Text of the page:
Expression of NKCC1 subunit mRNA in the CCD.
Quantitative PCR was performed on single CCD samples (∼15-mm total length/sample; n = 5) using NKCC1- and 18S-specific primers and probes and the TaqMan assay to confirm the presence of the transcript in this nephron segment. Gene-specific transcripts were identified in all samples of single CCDs.
Immunolocalization of NKCC1.
Since a previous immunolocalization study was able to detect NKCC1 in intercalated cells in the OMCD but not in principal cells (17), immunolocalization studies were undertaken to determine whether NKCC1 could be detected in both cell types in the CCD. While efforts to obtain a specific NKCC1 localization in rabbit kidney sections were not successful, we were able to carry out localizations on rat kidney using a previously well-characterized antibody (17) and antigen retrieval methods. These immunolocalizations confirmed the previous finding that NKCC1 is strongly detected in the basolateral membrane of intercalated cells but not in principal cells in the OMCD (Fig. 6A). In CCDs in the same section, distinct basolateral labeling in both principal and intercalated cells was apparent (Fig. 6B). The NKCC1 labeling of intercalated cells appeared weaker in the cortex than in the outer medulla. Diffuse cytoplasmic NKCC1 labeling was greater in CCD principal than intercalated cells. As an increase in luminal flow rate appears to stimulate trafficking of BK and/or Ca2+ channels from the cytoplasm to the membrane in the CCD (33), it may be that the cytoplasmic component of the NKCC1 signal in the CCD may traffic to the membrane with increased flow, a possibility that deserves future study.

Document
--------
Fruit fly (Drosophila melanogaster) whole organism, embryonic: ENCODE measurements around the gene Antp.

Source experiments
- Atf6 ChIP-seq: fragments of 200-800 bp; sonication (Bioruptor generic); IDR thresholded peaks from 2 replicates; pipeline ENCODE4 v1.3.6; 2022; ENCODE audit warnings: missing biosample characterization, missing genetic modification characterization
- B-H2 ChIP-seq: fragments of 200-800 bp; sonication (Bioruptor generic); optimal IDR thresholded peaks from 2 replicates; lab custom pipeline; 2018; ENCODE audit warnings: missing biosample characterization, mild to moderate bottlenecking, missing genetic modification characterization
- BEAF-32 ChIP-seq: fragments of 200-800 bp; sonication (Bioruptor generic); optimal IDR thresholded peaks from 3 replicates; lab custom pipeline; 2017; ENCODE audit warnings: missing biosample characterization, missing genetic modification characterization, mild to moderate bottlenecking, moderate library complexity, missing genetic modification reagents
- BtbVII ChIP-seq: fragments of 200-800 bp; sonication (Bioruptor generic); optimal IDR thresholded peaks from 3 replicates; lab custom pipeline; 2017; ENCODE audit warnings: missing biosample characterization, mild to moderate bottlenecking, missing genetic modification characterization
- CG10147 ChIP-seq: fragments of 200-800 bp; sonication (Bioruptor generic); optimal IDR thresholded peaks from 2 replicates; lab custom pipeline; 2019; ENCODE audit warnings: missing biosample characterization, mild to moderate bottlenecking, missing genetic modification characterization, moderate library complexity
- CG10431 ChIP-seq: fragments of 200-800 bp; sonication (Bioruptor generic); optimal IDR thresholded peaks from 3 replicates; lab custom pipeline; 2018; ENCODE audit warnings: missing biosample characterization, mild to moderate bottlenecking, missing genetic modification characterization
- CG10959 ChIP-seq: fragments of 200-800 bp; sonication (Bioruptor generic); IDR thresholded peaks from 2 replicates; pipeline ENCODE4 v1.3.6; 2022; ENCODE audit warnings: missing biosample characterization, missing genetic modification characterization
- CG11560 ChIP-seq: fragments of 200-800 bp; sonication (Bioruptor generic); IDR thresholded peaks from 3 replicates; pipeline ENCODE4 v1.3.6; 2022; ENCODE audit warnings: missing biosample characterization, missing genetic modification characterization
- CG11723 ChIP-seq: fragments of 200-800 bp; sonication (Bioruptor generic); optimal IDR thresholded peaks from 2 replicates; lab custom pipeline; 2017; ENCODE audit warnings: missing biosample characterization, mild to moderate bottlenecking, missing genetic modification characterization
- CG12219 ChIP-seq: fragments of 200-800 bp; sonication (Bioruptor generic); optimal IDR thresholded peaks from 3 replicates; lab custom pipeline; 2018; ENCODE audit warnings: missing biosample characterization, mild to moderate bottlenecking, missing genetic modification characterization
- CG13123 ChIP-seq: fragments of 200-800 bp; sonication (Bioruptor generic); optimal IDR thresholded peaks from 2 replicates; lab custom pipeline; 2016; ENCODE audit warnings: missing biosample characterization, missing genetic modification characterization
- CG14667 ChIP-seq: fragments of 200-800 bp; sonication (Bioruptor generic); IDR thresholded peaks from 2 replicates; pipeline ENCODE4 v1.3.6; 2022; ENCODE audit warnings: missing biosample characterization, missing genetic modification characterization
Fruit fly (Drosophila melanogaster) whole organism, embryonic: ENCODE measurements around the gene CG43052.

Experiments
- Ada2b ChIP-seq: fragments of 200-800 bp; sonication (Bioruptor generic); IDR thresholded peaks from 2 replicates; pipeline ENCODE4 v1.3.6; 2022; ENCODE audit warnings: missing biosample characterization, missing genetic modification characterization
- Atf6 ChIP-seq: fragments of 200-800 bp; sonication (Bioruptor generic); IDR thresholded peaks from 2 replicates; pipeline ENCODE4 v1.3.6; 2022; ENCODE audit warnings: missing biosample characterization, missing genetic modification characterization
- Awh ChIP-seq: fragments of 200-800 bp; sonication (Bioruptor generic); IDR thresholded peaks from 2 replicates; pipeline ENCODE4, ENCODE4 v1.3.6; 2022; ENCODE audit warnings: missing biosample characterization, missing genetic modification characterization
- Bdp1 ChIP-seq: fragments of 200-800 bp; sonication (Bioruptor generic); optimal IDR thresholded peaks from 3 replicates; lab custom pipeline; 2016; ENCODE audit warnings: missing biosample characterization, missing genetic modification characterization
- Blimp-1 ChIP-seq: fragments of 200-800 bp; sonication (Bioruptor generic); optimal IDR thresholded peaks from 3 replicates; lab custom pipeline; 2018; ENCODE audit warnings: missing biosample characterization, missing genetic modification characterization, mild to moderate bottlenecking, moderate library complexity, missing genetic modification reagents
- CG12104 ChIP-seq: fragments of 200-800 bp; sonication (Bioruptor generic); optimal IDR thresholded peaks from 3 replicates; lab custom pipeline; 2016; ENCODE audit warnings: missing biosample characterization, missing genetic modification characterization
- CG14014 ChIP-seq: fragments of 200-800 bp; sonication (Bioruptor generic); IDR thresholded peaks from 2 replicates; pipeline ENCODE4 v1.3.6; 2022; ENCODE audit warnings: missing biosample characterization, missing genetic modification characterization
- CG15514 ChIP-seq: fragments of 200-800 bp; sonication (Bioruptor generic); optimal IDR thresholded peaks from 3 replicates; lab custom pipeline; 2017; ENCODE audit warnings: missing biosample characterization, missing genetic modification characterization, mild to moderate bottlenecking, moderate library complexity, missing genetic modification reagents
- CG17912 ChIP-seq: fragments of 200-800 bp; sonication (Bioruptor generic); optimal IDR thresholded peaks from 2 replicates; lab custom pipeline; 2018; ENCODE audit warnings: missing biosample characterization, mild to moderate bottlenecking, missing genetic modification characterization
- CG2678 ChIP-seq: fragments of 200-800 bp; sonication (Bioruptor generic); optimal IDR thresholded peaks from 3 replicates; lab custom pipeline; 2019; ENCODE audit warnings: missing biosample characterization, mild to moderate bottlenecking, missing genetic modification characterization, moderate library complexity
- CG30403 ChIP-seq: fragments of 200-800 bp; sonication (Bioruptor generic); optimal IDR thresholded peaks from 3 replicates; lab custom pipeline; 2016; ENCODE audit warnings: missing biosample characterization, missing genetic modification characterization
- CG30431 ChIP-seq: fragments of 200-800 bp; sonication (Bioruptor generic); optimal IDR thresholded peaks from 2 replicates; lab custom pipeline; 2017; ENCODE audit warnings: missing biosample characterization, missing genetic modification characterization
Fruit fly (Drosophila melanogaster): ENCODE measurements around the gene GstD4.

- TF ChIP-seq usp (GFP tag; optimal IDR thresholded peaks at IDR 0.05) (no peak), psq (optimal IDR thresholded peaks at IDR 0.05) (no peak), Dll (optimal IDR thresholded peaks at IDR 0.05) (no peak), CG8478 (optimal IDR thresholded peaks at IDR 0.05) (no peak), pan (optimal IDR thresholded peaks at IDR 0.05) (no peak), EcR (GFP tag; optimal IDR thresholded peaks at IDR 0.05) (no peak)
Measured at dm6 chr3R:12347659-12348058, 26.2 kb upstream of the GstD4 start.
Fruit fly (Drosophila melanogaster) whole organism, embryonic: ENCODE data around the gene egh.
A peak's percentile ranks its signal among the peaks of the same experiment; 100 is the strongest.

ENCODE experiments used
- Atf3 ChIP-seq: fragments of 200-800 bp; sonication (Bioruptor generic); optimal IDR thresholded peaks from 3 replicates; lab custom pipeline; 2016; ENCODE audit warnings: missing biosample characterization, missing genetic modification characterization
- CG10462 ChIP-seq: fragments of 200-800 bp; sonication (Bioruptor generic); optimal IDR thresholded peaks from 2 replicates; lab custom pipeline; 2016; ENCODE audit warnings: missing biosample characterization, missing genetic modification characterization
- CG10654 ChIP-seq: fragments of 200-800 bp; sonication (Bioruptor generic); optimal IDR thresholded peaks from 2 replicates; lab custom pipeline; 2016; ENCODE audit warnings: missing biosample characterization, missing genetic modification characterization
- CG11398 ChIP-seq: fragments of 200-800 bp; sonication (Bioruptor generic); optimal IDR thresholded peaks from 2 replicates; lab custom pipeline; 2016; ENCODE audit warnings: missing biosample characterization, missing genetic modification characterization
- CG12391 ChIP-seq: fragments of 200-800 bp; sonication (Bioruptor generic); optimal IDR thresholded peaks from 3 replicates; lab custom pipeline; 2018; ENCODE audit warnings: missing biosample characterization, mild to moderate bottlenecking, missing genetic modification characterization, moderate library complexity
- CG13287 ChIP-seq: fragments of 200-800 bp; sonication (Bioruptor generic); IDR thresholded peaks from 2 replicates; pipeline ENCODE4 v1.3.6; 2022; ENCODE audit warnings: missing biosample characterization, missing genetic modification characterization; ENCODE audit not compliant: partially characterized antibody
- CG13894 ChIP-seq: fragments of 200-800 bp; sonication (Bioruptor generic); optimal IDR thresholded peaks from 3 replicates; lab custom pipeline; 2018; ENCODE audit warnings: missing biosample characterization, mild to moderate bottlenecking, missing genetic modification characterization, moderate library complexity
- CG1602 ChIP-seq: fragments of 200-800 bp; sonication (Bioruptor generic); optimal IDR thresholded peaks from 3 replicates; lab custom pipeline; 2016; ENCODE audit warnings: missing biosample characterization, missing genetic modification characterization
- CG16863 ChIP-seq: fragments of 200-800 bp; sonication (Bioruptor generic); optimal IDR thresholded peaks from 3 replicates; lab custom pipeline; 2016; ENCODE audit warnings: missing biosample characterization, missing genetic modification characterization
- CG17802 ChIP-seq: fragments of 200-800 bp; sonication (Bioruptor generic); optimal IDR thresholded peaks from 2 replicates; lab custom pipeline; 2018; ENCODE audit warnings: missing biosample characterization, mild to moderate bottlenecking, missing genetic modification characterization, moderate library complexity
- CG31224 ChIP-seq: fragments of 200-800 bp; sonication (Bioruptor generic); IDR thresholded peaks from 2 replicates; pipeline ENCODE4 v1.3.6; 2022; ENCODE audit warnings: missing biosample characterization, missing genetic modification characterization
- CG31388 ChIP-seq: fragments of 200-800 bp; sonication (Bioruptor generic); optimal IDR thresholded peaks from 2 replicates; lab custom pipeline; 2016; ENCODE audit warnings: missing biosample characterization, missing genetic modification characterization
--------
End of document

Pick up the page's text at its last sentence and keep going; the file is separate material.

The results of the present study demonstrate that 1) FIKS but not JNa nor basal JK is inhibited by basolateral bumetanide, a relatively specific inhibitor of NKCC at the 10-μM concentration used; 2) FIKS is also inhibited by basolateral Cl− removal; 3) the effects of basolateral bumetanide and IbTX on FIKS are not additive; and 4) both intercalated and principal cells in rabbit appear to have a basolateral bumetanide-sensitive NH4+ entry step and, in rat, immunodetectable NKCC1. Importantly, bumetanide (100 μM) did not inhibit the flow-induced [Ca2+]i transient, suggesting that the inhibitor-induced reduction in FIKS was not directly due to loss of this critical trigger necessary for BK channel activation. These results lead us to conclude that a bumetanide-sensitive, basolateral Cl−-dependent transport pathway, specifically the secretory isoform of NKCC (NKCC1), contributes to BK channel-mediated FIKS and that basolateral NKCC1 may be present in both cell types in the CCD. In support of this conclusion is the finding that mice with genetic disruption of NKCC1 exhibit higher serum K+ concentrations with inappropriately low urinary K+ excretion compared with wild-type mice (42, 74).